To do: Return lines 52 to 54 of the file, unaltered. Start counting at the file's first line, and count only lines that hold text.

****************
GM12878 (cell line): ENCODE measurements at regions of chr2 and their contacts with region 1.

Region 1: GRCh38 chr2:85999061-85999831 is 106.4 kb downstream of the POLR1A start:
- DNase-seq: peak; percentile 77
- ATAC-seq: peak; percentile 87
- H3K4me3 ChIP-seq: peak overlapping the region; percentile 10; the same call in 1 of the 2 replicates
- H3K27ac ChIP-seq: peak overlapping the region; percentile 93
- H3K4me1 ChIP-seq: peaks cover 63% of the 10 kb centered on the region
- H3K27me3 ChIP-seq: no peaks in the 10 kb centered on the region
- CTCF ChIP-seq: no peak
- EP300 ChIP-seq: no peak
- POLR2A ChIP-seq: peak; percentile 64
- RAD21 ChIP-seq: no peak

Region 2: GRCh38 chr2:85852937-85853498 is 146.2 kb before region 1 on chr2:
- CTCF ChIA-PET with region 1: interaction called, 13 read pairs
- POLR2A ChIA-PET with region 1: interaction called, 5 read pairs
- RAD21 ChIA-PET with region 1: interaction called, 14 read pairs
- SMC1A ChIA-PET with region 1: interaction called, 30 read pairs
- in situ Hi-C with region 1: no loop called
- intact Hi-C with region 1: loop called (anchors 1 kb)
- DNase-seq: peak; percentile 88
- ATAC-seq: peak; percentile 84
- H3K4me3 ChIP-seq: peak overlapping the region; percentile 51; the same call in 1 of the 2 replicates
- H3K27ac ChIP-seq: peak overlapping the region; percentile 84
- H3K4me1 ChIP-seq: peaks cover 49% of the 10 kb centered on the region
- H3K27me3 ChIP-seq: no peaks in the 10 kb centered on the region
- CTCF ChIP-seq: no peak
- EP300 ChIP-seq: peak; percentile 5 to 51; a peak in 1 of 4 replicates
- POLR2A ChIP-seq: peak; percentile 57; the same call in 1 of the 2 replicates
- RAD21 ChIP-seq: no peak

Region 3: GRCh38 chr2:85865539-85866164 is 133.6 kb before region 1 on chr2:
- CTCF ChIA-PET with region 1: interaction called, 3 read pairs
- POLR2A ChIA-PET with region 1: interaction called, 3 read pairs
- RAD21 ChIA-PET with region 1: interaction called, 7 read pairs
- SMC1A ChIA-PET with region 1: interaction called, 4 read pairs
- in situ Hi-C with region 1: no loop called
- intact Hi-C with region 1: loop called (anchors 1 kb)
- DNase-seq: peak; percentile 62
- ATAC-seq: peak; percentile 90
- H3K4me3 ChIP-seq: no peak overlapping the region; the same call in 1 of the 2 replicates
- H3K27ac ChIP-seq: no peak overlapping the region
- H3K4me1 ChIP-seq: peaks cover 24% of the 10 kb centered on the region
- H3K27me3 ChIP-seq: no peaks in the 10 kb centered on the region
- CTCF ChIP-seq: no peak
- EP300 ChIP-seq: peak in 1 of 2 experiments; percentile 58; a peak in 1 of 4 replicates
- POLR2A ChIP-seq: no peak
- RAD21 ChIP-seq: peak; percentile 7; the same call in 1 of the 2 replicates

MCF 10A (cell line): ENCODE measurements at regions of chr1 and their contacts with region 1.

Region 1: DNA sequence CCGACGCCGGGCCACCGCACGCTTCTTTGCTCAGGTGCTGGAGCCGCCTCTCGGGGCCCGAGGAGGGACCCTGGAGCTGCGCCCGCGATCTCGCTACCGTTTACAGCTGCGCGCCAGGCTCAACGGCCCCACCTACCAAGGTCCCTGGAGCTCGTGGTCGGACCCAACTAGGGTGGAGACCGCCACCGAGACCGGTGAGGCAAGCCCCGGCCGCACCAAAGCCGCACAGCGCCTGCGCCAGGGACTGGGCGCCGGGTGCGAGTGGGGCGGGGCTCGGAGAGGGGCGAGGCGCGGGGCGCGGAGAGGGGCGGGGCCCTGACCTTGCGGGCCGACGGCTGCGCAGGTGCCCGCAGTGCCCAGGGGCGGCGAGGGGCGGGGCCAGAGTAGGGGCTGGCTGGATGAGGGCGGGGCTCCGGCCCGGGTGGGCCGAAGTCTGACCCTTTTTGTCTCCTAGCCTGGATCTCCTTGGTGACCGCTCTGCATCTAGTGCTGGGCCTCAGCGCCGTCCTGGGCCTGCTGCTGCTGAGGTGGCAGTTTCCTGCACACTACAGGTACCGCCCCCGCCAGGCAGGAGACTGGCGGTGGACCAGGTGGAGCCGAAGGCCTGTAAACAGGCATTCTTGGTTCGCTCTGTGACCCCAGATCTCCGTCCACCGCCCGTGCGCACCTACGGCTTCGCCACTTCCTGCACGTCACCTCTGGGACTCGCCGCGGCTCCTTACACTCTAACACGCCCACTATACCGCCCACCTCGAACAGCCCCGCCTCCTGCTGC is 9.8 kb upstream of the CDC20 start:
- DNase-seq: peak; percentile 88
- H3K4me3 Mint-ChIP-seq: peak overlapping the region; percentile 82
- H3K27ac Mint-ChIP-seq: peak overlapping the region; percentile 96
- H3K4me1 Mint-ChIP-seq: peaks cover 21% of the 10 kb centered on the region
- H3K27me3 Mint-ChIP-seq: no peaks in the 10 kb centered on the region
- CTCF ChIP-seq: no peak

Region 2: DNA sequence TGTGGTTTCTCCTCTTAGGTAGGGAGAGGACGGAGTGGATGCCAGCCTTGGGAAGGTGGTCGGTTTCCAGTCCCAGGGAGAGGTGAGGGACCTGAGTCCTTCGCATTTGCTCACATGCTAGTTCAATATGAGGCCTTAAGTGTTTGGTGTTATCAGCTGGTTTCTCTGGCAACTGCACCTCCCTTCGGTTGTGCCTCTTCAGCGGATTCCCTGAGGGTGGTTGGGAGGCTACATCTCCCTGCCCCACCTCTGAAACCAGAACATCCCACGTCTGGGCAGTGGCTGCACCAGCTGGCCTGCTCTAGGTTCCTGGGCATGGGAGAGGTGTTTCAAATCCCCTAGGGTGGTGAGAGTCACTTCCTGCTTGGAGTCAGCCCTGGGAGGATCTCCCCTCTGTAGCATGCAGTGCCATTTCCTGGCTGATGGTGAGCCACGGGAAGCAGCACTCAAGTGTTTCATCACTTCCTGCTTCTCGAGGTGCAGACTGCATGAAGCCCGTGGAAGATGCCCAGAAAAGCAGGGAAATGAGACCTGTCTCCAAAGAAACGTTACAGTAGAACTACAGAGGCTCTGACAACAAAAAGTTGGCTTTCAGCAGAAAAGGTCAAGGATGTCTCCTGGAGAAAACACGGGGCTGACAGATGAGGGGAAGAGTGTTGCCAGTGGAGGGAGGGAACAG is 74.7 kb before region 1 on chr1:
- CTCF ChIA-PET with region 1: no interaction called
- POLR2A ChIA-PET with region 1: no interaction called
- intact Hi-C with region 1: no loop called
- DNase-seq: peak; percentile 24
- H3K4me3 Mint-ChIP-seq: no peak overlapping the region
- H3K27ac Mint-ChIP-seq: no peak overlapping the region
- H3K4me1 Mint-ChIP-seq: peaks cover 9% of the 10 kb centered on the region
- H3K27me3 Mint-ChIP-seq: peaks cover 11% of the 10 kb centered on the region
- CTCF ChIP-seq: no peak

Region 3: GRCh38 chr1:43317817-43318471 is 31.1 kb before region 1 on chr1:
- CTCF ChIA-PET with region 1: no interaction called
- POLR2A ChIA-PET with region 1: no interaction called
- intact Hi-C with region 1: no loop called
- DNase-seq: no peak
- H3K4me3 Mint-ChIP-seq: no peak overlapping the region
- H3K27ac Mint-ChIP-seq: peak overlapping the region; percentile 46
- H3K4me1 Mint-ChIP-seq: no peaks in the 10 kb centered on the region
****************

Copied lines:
- H3K4me1 Mint-ChIP-seq: peaks cover 21% of the 10 kb centered on the region
- H3K27me3 Mint-ChIP-seq: no peaks in the 10 kb centered on the region
- CTCF ChIP-seq: no peak